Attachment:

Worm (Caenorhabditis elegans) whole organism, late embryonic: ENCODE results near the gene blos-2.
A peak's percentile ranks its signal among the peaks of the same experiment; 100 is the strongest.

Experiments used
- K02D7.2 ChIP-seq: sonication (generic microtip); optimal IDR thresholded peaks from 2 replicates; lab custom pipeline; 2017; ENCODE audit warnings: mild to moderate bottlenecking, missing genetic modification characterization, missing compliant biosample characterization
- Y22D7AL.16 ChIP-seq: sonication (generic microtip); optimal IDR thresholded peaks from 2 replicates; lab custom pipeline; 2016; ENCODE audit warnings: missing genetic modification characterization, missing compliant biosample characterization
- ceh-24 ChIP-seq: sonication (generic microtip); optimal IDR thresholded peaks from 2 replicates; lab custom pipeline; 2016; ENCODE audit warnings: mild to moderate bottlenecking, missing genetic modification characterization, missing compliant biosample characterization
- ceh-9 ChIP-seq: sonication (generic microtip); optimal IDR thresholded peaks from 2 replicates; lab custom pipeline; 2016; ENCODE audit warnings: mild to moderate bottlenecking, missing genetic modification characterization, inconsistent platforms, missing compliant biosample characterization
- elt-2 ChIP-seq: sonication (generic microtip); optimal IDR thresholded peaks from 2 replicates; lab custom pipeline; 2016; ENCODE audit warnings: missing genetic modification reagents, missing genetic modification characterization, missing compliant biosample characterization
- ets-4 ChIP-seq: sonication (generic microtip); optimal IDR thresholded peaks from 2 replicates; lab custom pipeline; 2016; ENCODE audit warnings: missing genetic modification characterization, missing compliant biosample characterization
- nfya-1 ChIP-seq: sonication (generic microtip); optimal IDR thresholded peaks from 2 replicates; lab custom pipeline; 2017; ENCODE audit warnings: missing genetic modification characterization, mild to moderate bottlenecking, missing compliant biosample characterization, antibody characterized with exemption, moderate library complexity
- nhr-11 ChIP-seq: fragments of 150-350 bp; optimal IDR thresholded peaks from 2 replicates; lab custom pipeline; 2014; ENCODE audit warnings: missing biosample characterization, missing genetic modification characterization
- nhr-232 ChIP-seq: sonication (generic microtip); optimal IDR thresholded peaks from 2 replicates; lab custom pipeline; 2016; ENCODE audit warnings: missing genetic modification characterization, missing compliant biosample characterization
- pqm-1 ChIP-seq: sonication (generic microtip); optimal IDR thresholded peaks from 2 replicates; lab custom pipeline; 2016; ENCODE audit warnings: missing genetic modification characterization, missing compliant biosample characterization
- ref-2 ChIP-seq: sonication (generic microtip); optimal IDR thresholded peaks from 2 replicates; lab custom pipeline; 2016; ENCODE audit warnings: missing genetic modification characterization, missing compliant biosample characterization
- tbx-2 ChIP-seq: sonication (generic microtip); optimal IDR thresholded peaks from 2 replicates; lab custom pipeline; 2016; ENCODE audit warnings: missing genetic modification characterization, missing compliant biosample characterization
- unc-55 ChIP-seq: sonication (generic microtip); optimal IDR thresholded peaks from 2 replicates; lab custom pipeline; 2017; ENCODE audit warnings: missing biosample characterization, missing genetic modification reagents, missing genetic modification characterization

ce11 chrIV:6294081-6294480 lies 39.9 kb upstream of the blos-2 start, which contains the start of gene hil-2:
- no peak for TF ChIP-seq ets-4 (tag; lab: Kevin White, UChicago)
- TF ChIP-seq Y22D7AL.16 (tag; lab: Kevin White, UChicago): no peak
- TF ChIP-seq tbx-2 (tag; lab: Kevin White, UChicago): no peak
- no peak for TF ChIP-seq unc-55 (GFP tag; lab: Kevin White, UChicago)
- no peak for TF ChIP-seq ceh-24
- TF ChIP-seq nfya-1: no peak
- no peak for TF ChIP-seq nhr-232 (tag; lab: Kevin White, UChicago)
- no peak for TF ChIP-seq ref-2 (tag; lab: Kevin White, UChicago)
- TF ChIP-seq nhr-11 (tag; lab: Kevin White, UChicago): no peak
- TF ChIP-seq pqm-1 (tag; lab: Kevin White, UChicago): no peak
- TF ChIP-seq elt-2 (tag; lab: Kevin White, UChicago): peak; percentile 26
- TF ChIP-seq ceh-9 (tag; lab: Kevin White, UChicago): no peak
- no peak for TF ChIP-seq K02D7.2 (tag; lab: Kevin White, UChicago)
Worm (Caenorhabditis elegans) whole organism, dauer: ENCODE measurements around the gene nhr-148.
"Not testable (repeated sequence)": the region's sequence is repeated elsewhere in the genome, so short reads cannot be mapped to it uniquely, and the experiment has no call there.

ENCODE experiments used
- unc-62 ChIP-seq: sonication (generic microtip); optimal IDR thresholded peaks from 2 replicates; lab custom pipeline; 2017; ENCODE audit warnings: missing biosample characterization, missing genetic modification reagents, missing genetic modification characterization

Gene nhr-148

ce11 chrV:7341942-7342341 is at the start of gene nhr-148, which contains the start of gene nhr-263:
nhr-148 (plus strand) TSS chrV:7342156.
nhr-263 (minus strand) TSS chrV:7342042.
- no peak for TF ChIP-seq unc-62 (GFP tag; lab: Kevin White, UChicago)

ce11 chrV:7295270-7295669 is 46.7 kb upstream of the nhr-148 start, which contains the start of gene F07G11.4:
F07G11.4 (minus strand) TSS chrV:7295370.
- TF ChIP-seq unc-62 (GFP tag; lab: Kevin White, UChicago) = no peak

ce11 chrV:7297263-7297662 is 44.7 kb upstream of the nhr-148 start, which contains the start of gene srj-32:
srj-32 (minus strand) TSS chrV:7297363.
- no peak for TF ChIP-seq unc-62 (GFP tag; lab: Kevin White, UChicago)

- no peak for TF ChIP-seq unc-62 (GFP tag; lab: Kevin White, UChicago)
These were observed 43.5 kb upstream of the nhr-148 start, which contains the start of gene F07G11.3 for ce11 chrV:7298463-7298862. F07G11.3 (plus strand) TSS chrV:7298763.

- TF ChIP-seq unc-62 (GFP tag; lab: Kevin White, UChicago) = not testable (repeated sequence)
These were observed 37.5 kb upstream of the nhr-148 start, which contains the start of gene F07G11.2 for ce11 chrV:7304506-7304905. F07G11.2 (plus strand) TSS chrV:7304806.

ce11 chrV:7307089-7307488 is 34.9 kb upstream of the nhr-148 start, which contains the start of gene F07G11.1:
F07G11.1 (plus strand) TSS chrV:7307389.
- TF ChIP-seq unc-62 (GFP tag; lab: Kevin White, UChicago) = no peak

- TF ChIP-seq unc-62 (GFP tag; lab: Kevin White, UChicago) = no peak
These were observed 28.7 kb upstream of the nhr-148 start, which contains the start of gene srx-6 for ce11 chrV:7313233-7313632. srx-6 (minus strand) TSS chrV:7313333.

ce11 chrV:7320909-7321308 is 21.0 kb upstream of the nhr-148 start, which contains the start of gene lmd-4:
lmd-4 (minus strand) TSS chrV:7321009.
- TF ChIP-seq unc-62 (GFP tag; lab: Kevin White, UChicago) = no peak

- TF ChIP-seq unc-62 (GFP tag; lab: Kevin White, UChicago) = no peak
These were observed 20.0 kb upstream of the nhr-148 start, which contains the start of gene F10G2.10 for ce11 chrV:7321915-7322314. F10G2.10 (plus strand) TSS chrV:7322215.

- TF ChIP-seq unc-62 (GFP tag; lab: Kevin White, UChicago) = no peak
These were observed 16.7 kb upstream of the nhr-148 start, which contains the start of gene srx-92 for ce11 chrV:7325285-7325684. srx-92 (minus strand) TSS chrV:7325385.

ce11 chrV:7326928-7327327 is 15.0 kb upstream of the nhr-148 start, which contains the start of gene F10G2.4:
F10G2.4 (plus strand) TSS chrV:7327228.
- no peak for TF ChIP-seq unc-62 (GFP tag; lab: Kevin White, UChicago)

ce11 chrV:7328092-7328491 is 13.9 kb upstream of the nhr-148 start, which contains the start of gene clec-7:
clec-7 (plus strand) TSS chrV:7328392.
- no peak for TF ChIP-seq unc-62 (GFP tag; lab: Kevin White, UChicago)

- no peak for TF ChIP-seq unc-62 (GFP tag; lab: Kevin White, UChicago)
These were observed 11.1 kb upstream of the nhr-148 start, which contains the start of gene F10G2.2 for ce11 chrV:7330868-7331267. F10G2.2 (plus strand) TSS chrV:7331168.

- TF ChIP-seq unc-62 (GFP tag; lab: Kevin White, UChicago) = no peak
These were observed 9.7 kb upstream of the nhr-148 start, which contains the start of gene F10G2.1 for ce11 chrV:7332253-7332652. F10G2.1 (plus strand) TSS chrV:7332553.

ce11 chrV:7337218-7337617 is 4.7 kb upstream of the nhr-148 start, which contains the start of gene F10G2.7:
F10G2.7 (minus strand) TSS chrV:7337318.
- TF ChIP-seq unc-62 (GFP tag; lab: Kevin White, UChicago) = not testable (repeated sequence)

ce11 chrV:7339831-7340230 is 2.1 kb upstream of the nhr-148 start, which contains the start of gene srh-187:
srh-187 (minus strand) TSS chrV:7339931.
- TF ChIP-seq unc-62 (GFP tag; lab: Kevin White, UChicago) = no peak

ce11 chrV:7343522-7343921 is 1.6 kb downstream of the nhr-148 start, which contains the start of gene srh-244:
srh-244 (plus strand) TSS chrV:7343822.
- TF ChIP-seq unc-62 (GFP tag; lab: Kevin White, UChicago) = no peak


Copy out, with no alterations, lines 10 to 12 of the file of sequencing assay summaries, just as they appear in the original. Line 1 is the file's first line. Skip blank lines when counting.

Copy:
- nfya-1 ChIP-seq: sonication (generic microtip); optimal IDR thresholded peaks from 2 replicates; lab custom pipeline; 2017; ENCODE audit warnings: missing genetic modification characterization, mild to moderate bottlenecking, missing compliant biosample characterization, antibody characterized with exemption, moderate library complexity
- nhr-11 ChIP-seq: fragments of 150-350 bp; optimal IDR thresholded peaks from 2 replicates; lab custom pipeline; 2014; ENCODE audit warnings: missing biosample characterization, missing genetic modification characterization
- nhr-232 ChIP-seq: sonication (generic microtip); optimal IDR thresholded peaks from 2 replicates; lab custom pipeline; 2016; ENCODE audit warnings: missing genetic modification characterization, missing compliant biosample characterization